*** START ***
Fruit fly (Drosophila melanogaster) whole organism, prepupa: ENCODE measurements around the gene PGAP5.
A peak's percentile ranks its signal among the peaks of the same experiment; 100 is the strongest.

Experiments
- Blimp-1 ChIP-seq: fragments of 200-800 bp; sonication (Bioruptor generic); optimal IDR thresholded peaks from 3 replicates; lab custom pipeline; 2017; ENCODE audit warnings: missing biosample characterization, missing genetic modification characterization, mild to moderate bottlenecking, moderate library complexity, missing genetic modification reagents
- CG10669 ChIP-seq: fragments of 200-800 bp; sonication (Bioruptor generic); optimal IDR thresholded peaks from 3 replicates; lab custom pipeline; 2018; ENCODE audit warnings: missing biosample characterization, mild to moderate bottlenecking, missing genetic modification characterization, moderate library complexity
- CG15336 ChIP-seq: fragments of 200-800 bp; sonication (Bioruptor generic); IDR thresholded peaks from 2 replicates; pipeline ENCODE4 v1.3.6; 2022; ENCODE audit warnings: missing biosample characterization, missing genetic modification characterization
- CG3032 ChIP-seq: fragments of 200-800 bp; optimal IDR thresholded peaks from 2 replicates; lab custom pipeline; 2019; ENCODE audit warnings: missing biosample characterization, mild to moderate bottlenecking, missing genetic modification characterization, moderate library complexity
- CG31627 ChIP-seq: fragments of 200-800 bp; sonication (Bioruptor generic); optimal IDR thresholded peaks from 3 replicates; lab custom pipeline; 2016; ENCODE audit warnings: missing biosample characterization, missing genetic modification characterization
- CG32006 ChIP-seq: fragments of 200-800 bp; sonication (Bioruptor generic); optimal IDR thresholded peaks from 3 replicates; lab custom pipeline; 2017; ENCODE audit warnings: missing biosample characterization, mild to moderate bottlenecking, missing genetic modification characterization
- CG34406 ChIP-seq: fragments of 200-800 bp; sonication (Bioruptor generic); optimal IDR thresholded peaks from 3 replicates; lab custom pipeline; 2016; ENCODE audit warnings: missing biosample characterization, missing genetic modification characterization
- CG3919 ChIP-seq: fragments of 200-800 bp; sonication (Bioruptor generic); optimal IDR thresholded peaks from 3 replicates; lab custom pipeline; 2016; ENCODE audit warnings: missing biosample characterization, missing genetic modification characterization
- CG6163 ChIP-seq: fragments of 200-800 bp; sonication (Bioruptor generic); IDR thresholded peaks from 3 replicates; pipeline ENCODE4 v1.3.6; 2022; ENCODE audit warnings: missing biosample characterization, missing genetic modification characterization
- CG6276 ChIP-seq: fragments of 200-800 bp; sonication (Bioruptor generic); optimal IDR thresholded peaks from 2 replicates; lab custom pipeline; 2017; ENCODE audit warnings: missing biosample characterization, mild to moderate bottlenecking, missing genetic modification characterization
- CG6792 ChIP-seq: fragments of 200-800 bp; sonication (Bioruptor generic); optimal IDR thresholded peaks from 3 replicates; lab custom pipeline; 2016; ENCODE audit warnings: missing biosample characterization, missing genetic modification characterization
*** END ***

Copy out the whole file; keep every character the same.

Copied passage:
Fruit fly (Drosophila melanogaster) whole organism, prepupa: ENCODE measurements around the gene PGAP5.
A peak's percentile ranks its signal among the peaks of the same experiment; 100 is the strongest.

Experiments
- Blimp-1 ChIP-seq: fragments of 200-800 bp; sonication (Bioruptor generic); optimal IDR thresholded peaks from 3 replicates; lab custom pipeline; 2017; ENCODE audit warnings: missing biosample characterization, missing genetic modification characterization, mild to moderate bottlenecking, moderate library complexity, missing genetic modification reagents
- CG10669 ChIP-seq: fragments of 200-800 bp; sonication (Bioruptor generic); optimal IDR thresholded peaks from 3 replicates; lab custom pipeline; 2018; ENCODE audit warnings: missing biosample characterization, mild to moderate bottlenecking, missing genetic modification characterization, moderate library complexity
- CG15336 ChIP-seq: fragments of 200-800 bp; sonication (Bioruptor generic); IDR thresholded peaks from 2 replicates; pipeline ENCODE4 v1.3.6; 2022; ENCODE audit warnings: missing biosample characterization, missing genetic modification characterization
- CG3032 ChIP-seq: fragments of 200-800 bp; optimal IDR thresholded peaks from 2 replicates; lab custom pipeline; 2019; ENCODE audit warnings: missing biosample characterization, mild to moderate bottlenecking, missing genetic modification characterization, moderate library complexity
- CG31627 ChIP-seq: fragments of 200-800 bp; sonication (Bioruptor generic); optimal IDR thresholded peaks from 3 replicates; lab custom pipeline; 2016; ENCODE audit warnings: missing biosample characterization, missing genetic modification characterization
- CG32006 ChIP-seq: fragments of 200-800 bp; sonication (Bioruptor generic); optimal IDR thresholded peaks from 3 replicates; lab custom pipeline; 2017; ENCODE audit warnings: missing biosample characterization, mild to moderate bottlenecking, missing genetic modification characterization
- CG34406 ChIP-seq: fragments of 200-800 bp; sonication (Bioruptor generic); optimal IDR thresholded peaks from 3 replicates; lab custom pipeline; 2016; ENCODE audit warnings: missing biosample characterization, missing genetic modification characterization
- CG3919 ChIP-seq: fragments of 200-800 bp; sonication (Bioruptor generic); optimal IDR thresholded peaks from 3 replicates; lab custom pipeline; 2016; ENCODE audit warnings: missing biosample characterization, missing genetic modification characterization
- CG6163 ChIP-seq: fragments of 200-800 bp; sonication (Bioruptor generic); IDR thresholded peaks from 3 replicates; pipeline ENCODE4 v1.3.6; 2022; ENCODE audit warnings: missing biosample characterization, missing genetic modification characterization
- CG6276 ChIP-seq: fragments of 200-800 bp; sonication (Bioruptor generic); optimal IDR thresholded peaks from 2 replicates; lab custom pipeline; 2017; ENCODE audit warnings: missing biosample characterization, mild to moderate bottlenecking, missing genetic modification characterization
- CG6792 ChIP-seq: fragments of 200-800 bp; sonication (Bioruptor generic); optimal IDR thresholded peaks from 3 replicates; lab custom pipeline; 2016; ENCODE audit warnings: missing biosample characterization, missing genetic modification characterization